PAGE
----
I just discovered Project H Design, a nonprofit team of designers and builders “engaging locally to improve the quality of life for the socially overlooked,” whose “long-term initiatives focus on using design to improve public education experiences, spaces, and curricula in the US.”
I’m fascinated by Emily Pilloton’s innovative approach to providing under-served communities with opportunities for learning new skills in hands-on work.
In August 2010, Pilloton, founder and executive director of Project H Design, is launching Studio H, which she says is the country’s first design, vocation, and community service program in a public high school. Studio H will take place in Bertie County, the poorest county in North Carolina, where 80% of school district families live in poverty, and few skilled job opportunities exist.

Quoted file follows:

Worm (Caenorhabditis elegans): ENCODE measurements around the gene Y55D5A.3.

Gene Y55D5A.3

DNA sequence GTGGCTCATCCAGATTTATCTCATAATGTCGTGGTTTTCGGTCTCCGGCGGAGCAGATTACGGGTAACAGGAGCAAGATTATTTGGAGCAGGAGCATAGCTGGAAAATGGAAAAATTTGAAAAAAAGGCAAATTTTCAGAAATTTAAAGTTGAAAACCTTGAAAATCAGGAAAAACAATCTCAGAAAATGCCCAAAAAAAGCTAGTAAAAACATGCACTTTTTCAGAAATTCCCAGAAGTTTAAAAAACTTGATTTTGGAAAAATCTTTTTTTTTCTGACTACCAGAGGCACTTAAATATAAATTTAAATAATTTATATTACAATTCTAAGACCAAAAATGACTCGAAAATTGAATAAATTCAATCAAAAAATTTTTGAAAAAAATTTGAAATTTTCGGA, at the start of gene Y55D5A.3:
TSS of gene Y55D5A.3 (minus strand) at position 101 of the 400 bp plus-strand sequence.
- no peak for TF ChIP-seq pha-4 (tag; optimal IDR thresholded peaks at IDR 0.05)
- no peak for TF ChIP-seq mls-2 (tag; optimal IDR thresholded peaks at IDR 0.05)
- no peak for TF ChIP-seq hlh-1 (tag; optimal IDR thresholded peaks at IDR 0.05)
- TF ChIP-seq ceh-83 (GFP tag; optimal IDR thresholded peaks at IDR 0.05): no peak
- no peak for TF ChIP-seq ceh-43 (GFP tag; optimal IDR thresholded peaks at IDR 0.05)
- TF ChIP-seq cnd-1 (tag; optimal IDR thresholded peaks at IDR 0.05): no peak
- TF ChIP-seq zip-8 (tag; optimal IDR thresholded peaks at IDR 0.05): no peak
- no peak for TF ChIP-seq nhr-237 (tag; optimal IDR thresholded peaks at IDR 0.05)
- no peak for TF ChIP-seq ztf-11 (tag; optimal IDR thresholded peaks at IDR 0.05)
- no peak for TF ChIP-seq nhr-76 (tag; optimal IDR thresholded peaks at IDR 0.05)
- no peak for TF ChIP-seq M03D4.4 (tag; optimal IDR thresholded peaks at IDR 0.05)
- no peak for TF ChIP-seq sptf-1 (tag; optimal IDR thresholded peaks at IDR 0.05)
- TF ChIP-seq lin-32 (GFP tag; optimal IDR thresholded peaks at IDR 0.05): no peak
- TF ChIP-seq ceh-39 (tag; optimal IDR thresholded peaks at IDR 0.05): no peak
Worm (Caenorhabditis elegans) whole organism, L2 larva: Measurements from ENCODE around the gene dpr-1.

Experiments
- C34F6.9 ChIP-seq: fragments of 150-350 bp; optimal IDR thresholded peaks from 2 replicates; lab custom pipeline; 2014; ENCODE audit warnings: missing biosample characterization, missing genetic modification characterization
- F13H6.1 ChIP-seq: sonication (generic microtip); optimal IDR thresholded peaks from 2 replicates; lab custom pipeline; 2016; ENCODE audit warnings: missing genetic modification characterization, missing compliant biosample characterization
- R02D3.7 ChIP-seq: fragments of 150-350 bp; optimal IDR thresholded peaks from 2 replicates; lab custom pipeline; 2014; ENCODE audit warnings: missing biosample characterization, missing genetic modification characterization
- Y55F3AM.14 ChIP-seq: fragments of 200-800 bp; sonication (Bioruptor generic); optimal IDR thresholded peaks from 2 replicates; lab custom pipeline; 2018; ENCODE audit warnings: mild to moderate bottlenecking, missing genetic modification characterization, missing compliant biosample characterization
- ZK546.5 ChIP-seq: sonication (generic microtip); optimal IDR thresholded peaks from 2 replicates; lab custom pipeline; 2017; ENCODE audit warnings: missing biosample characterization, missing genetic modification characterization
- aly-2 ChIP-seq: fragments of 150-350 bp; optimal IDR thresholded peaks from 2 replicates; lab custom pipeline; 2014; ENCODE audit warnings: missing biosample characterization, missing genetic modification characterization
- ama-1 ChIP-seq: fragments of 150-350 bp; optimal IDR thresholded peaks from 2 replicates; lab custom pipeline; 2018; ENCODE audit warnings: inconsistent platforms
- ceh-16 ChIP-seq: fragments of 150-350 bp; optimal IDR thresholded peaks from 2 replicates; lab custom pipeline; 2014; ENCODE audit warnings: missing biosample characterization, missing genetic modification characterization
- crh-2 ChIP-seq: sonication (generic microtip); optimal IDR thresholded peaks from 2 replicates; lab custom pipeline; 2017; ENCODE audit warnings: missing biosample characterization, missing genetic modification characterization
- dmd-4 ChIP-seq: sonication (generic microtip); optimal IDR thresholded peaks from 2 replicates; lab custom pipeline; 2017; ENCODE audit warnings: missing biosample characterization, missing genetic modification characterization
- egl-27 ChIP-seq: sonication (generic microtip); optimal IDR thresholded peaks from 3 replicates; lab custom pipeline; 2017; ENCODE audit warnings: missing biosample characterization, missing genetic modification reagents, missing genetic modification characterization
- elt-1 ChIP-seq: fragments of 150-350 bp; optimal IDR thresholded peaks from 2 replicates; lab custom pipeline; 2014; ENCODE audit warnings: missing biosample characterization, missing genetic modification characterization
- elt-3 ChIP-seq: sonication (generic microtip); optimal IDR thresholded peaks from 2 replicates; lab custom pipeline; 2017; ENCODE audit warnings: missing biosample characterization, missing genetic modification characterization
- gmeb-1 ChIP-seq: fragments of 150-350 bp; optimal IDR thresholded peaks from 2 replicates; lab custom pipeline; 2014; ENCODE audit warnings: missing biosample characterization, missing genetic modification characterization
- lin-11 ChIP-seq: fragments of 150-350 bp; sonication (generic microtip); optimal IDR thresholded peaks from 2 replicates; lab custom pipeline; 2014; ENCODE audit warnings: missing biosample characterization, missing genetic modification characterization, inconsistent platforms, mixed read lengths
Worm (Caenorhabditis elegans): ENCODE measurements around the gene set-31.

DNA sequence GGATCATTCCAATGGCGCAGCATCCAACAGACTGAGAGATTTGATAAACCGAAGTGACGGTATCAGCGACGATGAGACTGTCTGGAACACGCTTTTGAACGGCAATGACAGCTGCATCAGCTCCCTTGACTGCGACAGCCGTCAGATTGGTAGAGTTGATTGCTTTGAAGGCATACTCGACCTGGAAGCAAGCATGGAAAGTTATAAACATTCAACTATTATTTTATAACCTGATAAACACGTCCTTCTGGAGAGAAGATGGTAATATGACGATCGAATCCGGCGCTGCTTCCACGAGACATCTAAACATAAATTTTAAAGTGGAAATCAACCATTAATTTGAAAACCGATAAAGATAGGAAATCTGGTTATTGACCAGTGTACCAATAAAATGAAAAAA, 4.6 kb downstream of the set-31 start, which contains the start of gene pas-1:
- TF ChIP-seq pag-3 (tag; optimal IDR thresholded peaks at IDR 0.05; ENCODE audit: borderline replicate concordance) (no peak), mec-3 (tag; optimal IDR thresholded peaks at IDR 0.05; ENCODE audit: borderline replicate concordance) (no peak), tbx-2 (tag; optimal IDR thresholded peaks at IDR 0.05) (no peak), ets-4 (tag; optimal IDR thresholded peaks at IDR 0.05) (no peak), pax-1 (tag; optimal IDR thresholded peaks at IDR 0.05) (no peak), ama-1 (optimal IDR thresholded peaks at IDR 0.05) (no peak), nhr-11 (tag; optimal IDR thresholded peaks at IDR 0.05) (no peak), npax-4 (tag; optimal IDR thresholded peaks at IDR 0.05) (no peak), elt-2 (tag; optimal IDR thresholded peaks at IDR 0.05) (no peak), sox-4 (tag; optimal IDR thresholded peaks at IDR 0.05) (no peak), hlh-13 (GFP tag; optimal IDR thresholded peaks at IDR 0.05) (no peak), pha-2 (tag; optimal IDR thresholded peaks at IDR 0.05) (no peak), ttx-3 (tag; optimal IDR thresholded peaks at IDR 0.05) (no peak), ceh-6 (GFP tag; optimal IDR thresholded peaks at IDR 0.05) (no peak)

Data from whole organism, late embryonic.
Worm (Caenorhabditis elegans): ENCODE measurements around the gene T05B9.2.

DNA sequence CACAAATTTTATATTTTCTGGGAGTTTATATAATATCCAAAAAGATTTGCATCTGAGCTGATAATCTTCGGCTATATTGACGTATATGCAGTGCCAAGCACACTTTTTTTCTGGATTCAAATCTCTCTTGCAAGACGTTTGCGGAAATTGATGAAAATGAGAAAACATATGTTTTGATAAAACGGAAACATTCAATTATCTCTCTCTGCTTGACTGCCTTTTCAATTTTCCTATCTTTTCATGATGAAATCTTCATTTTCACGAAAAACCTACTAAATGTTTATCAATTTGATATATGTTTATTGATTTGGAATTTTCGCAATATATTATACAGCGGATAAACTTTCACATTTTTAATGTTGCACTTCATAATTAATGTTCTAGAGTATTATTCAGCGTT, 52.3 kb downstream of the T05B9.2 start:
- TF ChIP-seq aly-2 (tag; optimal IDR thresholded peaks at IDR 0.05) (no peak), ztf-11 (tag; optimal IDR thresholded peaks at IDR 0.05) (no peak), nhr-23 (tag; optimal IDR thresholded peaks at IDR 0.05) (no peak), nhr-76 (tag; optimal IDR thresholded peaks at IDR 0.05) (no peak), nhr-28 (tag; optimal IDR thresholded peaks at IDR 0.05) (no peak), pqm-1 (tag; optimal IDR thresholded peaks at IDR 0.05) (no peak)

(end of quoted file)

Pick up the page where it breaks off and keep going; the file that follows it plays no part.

According to this VIDEO, Studio H will offer a new hands-on approach to high school education that teaches trade skills, design-based problem-solving, citizenship, and leadership by collectively building one big community project per year. As Pilloton explains, “It’s shop class and design studio as community catalyst.” So cool!
Here’s a VIDEO of Pilloton speaking at CEDIM, which offers some insight into her philosophy and approach.
Here’s a mention in the New York Times’ “Nifty 50: America’s up-and-coming talent.”
What an impressive organization.